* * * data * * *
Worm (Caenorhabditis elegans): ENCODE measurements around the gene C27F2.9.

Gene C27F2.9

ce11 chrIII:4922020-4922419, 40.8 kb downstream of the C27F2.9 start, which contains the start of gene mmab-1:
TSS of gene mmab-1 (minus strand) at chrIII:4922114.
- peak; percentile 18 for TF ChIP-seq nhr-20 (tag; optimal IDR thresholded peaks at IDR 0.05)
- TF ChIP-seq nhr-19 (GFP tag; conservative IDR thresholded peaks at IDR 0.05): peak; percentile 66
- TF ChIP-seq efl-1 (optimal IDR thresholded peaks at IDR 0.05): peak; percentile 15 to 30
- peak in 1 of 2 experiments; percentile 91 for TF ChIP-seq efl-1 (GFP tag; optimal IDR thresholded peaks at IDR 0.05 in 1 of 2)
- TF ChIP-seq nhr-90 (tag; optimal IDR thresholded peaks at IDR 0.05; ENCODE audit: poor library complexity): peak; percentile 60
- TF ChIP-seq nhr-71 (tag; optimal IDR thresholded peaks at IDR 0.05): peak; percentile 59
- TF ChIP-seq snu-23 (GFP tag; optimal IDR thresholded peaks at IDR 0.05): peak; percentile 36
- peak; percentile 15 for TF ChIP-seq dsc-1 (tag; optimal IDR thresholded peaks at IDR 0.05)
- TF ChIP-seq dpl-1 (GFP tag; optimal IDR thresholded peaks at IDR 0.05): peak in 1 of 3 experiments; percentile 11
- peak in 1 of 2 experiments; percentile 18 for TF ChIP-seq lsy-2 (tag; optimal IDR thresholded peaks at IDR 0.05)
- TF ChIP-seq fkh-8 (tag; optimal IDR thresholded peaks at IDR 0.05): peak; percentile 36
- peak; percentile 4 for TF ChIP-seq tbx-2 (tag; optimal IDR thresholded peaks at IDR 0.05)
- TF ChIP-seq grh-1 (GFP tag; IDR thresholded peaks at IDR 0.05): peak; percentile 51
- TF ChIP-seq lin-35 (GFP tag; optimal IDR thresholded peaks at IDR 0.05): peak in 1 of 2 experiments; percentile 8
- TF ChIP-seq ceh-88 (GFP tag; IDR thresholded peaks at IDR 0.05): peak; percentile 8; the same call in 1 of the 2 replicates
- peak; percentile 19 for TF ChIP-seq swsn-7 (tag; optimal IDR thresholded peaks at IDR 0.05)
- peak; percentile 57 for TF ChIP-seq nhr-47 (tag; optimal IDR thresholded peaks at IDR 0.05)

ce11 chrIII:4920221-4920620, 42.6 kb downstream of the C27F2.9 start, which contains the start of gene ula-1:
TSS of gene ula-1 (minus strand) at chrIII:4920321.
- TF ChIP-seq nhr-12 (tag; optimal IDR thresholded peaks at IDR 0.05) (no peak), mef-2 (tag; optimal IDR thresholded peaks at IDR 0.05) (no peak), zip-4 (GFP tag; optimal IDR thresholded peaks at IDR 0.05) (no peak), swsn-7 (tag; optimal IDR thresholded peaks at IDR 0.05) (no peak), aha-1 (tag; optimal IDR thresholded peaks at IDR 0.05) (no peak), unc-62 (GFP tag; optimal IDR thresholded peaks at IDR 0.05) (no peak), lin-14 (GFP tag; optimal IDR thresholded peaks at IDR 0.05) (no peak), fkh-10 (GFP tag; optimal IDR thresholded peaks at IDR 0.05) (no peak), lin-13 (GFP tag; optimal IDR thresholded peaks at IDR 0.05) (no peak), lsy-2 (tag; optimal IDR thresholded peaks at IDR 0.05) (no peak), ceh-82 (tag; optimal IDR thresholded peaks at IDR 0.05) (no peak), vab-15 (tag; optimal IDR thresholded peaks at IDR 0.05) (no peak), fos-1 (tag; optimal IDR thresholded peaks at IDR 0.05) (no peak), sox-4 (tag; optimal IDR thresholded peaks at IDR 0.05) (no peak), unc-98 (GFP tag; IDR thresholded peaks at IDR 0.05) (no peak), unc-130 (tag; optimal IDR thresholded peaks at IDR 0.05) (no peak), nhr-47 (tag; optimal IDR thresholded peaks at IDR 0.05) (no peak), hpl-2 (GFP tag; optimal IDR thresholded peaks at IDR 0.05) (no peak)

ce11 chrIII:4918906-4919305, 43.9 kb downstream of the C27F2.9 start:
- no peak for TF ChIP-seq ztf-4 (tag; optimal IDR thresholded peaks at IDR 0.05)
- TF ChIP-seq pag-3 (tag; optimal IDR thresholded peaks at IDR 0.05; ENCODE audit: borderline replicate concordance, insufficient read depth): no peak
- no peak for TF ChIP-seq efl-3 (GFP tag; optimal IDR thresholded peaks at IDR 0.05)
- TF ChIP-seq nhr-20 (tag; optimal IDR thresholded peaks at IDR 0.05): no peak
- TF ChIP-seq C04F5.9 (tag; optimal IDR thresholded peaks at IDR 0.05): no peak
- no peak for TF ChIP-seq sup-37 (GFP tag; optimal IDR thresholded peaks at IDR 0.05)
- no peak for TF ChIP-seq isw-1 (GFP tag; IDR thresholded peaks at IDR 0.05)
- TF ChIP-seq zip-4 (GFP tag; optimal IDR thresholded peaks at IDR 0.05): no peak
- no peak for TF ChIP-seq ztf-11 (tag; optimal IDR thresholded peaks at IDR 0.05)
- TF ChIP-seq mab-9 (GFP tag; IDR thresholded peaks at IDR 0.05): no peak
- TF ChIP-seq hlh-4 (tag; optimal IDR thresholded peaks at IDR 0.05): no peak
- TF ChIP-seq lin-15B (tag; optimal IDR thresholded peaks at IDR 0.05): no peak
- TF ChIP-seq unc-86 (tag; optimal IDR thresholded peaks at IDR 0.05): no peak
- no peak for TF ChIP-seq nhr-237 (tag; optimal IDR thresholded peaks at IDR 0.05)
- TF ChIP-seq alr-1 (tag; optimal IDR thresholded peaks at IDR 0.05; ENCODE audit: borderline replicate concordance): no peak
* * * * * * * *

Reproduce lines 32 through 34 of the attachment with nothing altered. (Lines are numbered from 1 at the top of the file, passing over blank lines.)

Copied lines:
- no peak for TF ChIP-seq isw-1 (GFP tag; IDR thresholded peaks at IDR 0.05)
- TF ChIP-seq zip-4 (GFP tag; optimal IDR thresholded peaks at IDR 0.05): no peak
- no peak for TF ChIP-seq ztf-11 (tag; optimal IDR thresholded peaks at IDR 0.05)